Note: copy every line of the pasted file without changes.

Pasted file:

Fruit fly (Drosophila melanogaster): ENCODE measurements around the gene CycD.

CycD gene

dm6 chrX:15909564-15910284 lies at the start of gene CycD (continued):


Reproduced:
Fruit fly (Drosophila melanogaster): ENCODE measurements around the gene CycD.

CycD gene

dm6 chrX:15909564-15910284 lies at the start of gene CycD (continued):